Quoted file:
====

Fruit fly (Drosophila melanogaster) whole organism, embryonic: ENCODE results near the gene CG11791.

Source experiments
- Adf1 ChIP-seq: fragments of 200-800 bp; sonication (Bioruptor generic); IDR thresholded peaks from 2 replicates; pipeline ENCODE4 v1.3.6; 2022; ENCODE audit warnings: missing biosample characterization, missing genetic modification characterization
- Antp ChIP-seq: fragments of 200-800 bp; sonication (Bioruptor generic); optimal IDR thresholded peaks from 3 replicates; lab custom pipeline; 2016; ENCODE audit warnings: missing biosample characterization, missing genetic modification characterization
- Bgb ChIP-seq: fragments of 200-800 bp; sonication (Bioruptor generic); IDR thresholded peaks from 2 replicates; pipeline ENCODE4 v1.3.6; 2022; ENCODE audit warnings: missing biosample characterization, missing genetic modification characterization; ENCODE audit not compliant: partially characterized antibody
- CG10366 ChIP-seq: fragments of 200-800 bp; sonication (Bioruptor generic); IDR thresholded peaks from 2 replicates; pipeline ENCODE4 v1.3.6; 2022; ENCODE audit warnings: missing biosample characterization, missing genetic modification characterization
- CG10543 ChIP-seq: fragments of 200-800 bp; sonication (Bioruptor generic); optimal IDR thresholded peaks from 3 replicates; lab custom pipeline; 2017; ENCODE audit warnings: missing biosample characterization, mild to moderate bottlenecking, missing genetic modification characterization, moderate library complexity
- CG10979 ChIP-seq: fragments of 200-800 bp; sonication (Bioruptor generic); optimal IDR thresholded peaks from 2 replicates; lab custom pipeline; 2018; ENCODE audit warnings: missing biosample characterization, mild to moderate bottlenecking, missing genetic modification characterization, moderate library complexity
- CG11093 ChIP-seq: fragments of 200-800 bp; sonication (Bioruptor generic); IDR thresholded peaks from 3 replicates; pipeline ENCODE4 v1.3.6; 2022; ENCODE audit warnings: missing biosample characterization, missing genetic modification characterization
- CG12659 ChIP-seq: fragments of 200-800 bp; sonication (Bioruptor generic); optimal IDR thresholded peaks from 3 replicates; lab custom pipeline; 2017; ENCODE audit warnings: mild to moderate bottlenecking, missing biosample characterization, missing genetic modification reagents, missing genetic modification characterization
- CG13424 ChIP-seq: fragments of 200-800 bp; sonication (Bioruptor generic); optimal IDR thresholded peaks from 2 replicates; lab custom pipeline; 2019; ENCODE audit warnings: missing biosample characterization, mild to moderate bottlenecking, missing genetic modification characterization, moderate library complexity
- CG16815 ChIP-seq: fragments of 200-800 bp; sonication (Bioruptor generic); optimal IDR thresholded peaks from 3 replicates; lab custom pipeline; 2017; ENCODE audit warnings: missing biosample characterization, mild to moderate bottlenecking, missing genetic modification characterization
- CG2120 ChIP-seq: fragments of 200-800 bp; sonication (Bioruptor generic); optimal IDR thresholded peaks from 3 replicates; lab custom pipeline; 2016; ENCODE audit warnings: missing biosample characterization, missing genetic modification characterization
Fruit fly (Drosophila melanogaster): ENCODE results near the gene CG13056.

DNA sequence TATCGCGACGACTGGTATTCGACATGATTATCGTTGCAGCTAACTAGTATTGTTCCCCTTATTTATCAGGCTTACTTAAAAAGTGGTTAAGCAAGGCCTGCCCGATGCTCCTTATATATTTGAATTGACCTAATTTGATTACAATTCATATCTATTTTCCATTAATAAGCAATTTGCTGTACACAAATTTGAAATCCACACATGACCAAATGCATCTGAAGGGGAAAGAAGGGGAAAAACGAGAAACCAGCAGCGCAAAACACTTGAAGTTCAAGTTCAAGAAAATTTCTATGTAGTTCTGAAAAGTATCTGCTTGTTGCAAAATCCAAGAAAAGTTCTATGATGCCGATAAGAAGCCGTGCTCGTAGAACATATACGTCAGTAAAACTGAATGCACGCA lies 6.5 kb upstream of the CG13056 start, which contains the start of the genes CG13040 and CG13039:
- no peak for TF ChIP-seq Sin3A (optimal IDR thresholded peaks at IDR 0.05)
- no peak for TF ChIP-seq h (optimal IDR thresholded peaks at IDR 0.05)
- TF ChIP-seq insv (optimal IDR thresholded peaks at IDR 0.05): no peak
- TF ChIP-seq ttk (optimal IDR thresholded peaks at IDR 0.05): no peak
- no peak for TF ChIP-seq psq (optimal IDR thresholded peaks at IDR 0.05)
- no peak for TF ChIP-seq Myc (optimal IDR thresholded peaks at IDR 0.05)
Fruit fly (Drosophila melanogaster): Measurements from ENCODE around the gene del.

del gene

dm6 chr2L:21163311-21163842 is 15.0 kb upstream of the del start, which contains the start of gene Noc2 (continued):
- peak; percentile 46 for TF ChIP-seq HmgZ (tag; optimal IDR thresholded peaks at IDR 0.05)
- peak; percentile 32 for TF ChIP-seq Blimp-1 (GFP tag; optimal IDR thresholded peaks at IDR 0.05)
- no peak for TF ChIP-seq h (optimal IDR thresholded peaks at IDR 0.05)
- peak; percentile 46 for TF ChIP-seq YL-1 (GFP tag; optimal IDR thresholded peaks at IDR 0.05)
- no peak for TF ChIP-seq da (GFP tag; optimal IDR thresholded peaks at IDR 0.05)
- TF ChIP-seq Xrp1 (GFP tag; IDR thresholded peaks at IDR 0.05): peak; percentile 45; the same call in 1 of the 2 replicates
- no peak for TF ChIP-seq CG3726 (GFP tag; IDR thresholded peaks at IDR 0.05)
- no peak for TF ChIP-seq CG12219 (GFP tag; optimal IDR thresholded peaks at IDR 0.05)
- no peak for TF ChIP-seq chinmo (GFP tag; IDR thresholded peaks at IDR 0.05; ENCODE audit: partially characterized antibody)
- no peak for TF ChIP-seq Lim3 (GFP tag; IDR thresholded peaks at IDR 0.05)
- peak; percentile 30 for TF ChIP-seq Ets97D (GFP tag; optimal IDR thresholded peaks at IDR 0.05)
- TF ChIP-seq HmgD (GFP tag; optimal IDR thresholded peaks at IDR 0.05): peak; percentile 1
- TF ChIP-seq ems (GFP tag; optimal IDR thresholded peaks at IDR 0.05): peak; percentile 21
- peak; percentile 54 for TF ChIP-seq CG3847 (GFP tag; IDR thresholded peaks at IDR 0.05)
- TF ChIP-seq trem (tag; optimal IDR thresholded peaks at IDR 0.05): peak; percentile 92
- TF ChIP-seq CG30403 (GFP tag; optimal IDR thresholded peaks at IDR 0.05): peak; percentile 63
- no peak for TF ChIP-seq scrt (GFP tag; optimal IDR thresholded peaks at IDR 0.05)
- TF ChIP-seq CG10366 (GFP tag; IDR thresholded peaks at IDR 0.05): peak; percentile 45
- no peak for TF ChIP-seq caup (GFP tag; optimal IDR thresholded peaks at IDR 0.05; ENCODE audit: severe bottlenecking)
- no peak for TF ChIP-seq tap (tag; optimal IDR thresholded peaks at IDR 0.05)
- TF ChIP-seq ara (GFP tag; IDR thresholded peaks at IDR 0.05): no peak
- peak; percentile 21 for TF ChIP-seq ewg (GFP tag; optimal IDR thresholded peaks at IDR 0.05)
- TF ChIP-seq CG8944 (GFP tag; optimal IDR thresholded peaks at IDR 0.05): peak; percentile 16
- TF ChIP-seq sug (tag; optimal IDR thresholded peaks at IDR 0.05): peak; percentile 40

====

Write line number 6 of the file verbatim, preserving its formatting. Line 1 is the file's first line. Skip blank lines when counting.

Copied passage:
- CG10366 ChIP-seq: fragments of 200-800 bp; sonication (Bioruptor generic); IDR thresholded peaks from 2 replicates; pipeline ENCODE4 v1.3.6; 2022; ENCODE audit warnings: missing biosample characterization, missing genetic modification characterization